The handling of wheeled helicopters on the flight deck is guaranteed up to sea state 6 by the semi-automatic Canadian system TC-ASIST of Indal Technologies committing to these operations a single operator. By type of ship and technology aboard Caio Duilio is able to cover a broad spectrum of maritime activities, ranging from high-intensity military operations to Maritime Security operations; the missions that the unit can perform are: Escort role in an aircraft carrier battle group or naval convoy. The ship was designed to be as little detectable by radar as possible, by using stealth technology for the hull and superstructure. Sea-keeping in unfavorable weather conditions is granted by two pairs of stabilizers; the acoustic signature was reduced with an appropriate choice of machinery and engineering solutions and verifying the intensity of the radiated noise, since the design phase. Equal attention has been directed in the infrared signature branch, by lowering the temperature of engine gases through coaxial exhausts.
After the abandonment of the old system of command and control SADOC, used in the latest modernized version in the Durand de la Penne and Maestrale classes, an integrated type CMS based on Linux OS was installed by EuroSysNav. This is provided with 10 redundant servers and 24 consoles named MFC, of which 19 are located in the Primary CIC, 3 in the secondary CIC in a remote area from the primary CIC, 1 in the Admiral CIC and 1 in the bridge for the officer of the watch. With a MFC each operator, once logged in with own user name and password, can access to all relevant tactical data to his role and has the possibility to us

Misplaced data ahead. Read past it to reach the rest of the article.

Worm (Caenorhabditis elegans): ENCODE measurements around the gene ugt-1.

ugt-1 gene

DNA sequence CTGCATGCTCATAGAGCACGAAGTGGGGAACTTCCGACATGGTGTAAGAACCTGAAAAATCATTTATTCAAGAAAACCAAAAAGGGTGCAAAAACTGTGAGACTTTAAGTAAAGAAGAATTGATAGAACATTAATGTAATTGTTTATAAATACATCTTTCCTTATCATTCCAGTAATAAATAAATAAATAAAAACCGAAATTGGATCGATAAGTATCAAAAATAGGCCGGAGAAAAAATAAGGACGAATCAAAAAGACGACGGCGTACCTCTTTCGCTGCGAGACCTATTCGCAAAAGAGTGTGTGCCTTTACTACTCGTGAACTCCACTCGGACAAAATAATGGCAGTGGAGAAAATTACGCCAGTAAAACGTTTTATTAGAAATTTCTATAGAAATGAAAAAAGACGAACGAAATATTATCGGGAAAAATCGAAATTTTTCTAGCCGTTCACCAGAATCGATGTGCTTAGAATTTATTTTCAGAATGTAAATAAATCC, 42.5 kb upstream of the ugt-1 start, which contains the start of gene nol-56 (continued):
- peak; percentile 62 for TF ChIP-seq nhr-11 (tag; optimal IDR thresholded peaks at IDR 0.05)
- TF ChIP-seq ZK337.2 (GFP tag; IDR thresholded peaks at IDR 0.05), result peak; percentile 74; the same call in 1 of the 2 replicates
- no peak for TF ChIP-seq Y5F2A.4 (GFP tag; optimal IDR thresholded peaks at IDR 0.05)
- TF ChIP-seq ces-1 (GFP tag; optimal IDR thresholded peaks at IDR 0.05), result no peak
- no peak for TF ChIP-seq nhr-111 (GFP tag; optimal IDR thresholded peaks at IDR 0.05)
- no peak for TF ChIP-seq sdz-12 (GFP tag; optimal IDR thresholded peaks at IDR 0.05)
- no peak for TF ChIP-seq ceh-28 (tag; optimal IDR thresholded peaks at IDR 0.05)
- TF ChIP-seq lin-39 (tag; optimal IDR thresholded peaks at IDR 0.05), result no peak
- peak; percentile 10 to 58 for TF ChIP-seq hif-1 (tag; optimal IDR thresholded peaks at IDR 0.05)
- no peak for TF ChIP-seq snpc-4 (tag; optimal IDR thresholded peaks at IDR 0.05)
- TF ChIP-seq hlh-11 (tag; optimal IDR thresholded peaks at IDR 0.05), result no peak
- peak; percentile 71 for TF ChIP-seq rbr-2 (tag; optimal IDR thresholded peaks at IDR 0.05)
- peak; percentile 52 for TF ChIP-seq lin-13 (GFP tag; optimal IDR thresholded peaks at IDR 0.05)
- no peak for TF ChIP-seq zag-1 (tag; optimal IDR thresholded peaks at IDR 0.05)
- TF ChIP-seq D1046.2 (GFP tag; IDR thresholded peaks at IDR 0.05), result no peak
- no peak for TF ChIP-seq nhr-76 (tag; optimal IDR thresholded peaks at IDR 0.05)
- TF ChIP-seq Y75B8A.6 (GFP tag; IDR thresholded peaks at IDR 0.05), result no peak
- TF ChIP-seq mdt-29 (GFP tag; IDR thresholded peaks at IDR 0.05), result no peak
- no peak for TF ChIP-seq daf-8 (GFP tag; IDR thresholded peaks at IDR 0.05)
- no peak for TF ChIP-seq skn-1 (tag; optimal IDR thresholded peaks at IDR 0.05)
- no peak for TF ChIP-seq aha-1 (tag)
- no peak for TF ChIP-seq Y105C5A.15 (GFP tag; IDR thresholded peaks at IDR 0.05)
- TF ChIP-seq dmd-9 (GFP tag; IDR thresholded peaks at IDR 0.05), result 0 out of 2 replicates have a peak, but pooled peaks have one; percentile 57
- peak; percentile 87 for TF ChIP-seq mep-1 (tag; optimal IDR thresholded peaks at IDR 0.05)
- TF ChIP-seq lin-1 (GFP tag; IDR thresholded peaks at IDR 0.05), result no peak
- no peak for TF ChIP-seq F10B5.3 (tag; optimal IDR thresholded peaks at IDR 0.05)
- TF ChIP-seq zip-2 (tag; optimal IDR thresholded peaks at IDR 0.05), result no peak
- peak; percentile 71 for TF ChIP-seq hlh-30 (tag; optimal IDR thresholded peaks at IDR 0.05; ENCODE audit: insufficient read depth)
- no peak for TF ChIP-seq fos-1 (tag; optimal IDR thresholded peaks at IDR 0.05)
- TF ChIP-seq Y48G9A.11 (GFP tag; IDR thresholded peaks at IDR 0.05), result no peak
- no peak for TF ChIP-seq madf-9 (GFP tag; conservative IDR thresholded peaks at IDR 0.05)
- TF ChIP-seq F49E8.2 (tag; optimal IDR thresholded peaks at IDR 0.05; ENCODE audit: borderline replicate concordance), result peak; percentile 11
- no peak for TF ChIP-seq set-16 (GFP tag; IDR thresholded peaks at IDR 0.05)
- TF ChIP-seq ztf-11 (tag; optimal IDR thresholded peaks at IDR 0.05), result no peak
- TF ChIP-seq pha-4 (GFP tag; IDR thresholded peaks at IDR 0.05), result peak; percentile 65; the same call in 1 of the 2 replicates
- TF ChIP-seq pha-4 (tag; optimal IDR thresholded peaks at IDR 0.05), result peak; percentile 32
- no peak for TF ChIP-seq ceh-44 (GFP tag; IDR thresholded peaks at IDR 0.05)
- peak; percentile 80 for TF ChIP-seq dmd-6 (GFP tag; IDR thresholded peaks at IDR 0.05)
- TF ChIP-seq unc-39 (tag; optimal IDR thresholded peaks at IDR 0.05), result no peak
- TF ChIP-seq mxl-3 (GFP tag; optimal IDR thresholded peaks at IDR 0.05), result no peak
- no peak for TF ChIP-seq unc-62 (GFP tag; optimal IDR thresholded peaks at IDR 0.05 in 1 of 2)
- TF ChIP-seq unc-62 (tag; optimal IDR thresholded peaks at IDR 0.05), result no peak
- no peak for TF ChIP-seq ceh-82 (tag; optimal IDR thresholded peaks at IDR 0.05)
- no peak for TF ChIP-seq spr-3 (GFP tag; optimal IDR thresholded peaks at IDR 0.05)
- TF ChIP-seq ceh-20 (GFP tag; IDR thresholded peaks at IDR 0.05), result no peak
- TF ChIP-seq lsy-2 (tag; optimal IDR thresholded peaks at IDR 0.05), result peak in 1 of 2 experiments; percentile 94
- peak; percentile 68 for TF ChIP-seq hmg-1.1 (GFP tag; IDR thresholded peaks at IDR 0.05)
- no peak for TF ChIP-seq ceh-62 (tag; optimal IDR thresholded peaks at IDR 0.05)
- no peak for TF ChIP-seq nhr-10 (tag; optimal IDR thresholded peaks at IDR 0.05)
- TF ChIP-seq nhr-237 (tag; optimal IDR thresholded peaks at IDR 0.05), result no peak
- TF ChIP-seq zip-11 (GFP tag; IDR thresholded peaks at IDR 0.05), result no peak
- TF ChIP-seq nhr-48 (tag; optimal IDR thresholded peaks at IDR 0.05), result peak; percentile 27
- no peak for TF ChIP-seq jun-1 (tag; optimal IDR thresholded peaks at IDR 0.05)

A diesel–electric transmission, or diesel–electric powertrain, is used by a number of vehicle and ship types for providing locomotion. A diesel–electric transmission system includes a diesel engine connected to an electrical generator, creating electricity that powers electric traction motors. No clutch is required. Before diesel engines came into widespread use, a similar system, using a petrol engine and called petrol–electric or gas–electric, was sometimes used. Diesel–electric transmission is used on railways by diesel electric locomotives and diesel electric multiple units, as electric motors are able to supply full torque at 0 RPM. Diesel–electric systems are used in submarines and surface ships and some land vehicles. In some high-efficiency applications, electrical energy may be stored in rechargeable batteries, in which case these vehicles can be considered as a class of hybrid electric vehicle; the first diesel motorship was the first diesel–electric ship, the Russian tanker Vandal from Branobel, launched in 1903.